Yoga practitioners also reported a 42 percent reduction in fatigue, compared with a 12 percent reduction for the control group. Yoga users decreased the use of sleep medication by 21 percent, while the control group actually increased reliance on sleeping drugs by 5 percent.

Learning More

Scientists still don’t know exactly what makes yoga work, said Lorenzo Cohen, professor of behavioral science and cancer prevention at the University of Texas MD Anderson Cancer Center in Houston. Cohen and his research group were awarded a $4.5 million U.S. grant this year for the biggest yoga and meditation study. His research will compare yoga to meditation and to stretching and will analyze economic benefits from increased productivity at work.

“Once we can show an economic impact, you’ll start to see changes,” Cohen said in an interview in New York. “Companies want to provide services that keep their employees healthy and productive.

“The concept that the brain can change if you put it into different states is a whole new wonderful science that’s emerging,” Cohen said.

Yoga began in India as a combination of physical and mental exercises. Historians have traced its roots back thousands of years to references in Buddhist and Hindu texts. In Western practices, muscle-stretching poses are accompanied by meditative breathing exercises. About 15.8 million Americans practiced yoga in 2008, according to a study commissioned by Yoga Journal.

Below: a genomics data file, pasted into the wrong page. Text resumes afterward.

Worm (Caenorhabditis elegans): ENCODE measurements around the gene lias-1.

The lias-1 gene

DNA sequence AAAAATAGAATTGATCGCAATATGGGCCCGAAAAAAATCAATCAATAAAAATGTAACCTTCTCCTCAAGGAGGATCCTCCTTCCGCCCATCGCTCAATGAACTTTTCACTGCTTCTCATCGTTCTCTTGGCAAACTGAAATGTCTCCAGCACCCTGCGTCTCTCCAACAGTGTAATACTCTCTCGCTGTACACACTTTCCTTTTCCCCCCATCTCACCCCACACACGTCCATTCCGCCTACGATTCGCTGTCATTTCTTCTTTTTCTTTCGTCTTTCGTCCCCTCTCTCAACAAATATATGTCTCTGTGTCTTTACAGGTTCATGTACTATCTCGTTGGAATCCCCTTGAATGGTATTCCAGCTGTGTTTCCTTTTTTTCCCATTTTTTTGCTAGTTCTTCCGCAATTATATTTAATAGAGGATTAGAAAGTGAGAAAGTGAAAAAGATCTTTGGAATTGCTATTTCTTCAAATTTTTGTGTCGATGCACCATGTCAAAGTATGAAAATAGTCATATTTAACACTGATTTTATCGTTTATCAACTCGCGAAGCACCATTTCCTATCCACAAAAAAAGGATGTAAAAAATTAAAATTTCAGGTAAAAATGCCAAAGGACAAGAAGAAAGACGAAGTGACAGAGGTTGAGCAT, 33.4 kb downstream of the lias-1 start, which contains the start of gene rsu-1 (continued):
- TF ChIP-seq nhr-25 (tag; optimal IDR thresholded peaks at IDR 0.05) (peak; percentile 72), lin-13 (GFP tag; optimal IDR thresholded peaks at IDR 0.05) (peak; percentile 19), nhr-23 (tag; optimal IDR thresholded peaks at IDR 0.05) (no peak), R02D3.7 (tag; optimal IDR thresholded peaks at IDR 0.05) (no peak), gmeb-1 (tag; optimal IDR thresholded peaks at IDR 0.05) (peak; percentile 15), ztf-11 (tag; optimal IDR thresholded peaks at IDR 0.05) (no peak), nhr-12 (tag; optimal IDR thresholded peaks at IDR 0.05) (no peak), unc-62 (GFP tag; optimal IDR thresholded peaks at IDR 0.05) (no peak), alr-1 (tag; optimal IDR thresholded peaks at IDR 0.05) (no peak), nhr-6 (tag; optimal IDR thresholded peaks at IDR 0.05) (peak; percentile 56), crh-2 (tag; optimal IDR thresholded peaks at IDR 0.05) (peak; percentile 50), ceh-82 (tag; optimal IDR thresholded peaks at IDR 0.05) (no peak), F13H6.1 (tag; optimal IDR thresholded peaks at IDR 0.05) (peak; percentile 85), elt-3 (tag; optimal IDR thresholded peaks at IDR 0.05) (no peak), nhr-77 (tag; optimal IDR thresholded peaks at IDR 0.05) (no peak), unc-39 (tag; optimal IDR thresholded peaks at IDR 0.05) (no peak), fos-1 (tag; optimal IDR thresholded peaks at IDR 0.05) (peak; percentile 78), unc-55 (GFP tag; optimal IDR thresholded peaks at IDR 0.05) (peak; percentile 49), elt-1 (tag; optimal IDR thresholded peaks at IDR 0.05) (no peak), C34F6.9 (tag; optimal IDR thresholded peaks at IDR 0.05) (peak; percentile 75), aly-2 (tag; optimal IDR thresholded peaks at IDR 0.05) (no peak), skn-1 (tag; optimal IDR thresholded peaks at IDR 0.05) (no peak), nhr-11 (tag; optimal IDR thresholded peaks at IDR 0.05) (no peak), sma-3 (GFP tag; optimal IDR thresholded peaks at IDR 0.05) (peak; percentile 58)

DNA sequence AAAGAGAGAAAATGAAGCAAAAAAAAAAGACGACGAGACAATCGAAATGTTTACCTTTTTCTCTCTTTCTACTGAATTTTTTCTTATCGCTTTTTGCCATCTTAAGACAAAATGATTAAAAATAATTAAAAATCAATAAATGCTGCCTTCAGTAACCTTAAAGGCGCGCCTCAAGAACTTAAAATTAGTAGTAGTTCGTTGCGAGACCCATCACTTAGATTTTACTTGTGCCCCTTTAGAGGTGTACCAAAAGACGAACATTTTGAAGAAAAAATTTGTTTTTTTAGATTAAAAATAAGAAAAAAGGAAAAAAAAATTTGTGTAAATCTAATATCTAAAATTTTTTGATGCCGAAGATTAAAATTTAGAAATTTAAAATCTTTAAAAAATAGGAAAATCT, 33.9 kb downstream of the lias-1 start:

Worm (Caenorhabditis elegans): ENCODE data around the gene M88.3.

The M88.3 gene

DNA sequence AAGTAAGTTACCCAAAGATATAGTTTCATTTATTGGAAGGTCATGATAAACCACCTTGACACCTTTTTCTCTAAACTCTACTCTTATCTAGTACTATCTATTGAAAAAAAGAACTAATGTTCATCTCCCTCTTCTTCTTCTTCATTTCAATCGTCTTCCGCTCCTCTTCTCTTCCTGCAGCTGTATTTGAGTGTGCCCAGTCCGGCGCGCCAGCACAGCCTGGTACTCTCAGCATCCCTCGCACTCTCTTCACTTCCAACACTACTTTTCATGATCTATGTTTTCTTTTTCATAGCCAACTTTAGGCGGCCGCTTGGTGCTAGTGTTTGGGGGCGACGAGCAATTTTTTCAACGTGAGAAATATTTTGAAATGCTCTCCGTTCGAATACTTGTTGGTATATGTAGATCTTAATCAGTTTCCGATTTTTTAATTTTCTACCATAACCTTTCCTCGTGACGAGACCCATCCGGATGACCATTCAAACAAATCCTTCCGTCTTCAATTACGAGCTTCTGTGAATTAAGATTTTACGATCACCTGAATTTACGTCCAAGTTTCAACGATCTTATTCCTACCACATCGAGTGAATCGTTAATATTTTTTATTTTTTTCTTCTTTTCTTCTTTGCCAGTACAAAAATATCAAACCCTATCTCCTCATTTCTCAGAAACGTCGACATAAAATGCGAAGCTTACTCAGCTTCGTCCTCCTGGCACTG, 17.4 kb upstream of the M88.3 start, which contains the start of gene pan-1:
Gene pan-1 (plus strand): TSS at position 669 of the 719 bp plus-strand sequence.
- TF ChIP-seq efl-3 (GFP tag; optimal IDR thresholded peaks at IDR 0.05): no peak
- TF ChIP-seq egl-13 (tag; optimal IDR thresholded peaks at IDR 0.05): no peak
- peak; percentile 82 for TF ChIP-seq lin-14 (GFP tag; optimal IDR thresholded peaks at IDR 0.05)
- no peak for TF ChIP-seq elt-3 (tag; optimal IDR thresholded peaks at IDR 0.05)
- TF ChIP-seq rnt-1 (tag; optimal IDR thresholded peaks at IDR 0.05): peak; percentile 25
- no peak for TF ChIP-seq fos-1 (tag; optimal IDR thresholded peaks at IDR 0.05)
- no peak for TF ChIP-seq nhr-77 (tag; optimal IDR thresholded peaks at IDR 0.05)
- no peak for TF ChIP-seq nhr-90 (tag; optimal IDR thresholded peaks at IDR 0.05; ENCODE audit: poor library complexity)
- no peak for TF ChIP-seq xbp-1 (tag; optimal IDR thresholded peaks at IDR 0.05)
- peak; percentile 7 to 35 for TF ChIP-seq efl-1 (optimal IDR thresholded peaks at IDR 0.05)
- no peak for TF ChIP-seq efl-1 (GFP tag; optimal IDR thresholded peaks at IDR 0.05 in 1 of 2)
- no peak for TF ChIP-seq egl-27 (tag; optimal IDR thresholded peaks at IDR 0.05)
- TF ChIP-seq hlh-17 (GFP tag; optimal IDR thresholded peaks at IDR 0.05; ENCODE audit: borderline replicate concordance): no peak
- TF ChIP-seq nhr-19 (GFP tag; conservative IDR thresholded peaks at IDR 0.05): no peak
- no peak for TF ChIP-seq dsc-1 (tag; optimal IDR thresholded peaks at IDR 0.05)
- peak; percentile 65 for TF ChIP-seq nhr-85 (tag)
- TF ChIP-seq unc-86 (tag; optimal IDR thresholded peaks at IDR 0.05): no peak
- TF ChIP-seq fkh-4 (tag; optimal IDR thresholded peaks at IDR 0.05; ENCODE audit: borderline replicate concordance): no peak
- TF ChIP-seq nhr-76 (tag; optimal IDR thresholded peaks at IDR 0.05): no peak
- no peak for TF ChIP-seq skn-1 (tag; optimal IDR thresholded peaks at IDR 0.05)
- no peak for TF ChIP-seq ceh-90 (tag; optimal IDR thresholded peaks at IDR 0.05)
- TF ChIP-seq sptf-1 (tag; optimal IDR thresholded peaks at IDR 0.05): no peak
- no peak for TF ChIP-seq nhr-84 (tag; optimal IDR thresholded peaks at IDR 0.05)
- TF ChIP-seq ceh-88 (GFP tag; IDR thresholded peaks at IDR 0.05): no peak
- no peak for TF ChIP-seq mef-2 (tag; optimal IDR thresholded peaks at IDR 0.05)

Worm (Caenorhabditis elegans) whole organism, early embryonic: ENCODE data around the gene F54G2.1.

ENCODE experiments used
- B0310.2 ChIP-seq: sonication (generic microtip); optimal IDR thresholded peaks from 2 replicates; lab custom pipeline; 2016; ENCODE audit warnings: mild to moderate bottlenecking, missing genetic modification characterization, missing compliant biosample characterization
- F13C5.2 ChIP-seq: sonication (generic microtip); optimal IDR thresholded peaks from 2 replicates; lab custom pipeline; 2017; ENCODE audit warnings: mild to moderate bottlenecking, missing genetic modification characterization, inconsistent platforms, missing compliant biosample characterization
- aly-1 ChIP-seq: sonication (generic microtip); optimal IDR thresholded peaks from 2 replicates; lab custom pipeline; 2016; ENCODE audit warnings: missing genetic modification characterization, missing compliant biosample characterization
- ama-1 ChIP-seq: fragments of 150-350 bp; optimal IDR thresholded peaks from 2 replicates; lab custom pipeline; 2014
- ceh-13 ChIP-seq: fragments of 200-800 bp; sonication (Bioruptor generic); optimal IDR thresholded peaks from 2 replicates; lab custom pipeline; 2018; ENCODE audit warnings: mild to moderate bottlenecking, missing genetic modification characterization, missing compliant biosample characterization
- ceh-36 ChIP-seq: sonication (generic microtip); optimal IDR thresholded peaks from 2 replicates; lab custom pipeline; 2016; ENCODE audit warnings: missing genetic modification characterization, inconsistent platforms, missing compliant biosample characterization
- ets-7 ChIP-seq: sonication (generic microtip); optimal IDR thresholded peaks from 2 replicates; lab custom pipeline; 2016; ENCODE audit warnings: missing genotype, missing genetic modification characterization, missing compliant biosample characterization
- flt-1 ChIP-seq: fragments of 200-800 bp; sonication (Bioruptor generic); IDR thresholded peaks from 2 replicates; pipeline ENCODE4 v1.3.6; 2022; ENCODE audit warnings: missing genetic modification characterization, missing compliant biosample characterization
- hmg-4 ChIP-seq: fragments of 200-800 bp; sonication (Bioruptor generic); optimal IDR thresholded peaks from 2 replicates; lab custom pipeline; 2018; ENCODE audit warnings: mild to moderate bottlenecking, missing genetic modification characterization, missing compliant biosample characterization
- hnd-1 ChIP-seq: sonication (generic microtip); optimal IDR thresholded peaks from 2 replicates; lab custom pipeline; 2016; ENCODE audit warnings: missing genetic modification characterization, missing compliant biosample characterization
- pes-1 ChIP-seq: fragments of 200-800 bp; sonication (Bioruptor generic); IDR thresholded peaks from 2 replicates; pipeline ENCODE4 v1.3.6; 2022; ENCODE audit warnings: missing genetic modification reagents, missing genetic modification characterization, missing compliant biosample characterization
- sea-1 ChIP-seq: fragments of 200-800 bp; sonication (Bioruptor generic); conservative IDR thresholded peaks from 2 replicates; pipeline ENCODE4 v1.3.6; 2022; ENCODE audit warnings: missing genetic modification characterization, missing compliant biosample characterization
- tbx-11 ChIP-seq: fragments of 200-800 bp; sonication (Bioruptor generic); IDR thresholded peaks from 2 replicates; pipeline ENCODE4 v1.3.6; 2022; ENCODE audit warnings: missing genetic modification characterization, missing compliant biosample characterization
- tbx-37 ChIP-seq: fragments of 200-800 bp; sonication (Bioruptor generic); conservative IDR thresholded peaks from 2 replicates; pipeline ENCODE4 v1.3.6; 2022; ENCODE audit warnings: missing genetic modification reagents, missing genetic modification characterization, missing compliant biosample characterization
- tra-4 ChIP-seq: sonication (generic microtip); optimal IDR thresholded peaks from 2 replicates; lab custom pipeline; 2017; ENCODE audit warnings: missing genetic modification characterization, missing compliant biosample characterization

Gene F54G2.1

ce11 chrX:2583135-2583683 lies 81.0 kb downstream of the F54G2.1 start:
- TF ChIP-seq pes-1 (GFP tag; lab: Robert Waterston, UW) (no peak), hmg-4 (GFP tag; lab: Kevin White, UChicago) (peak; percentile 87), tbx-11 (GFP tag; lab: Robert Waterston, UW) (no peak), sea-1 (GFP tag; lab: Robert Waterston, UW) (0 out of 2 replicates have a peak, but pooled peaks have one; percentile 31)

The health benefits of yoga have been explored in scores of smaller studies looking at everything from weight loss to depression. Previous studies were too small to be considered definitive, and they are difficult to compare because most of them use differing definitions for just what “yoga” is.

Skepticism at First

“Ten years ago, there was almost complete skepticism from oncologists, but now most of them are coming around” said Woodson Merrell, chairman of the department of integrative medicine at Beth Israel. Merrell’s center is completing its own studies comparing patient improvements before and after the hospital’s holistic cancer floor was finished in March 2009.

Beth Israel’s yoga program was developed with celebrity instructor Rodney Yee and the Urban Zen Foundation set up by fashion designer Donna Karan, whose husband died of lung cancer. The hospital’s cancer floor also offers acupuncture, aromatherapy, a meditation room called the “Sanctuary” and massage chairs for patients and visitors.

Integrating Mind, Body

“We’re not talking about using a Ouija board and using fern leaves instead of chemotherapy,” Merrell said. “We’re talking about relaxation techniques to integrate the mind and body — instead of feeling disconnected from this cancer that’s in you, to feel that you’re a whole human being and you’re going on this path toward healing.”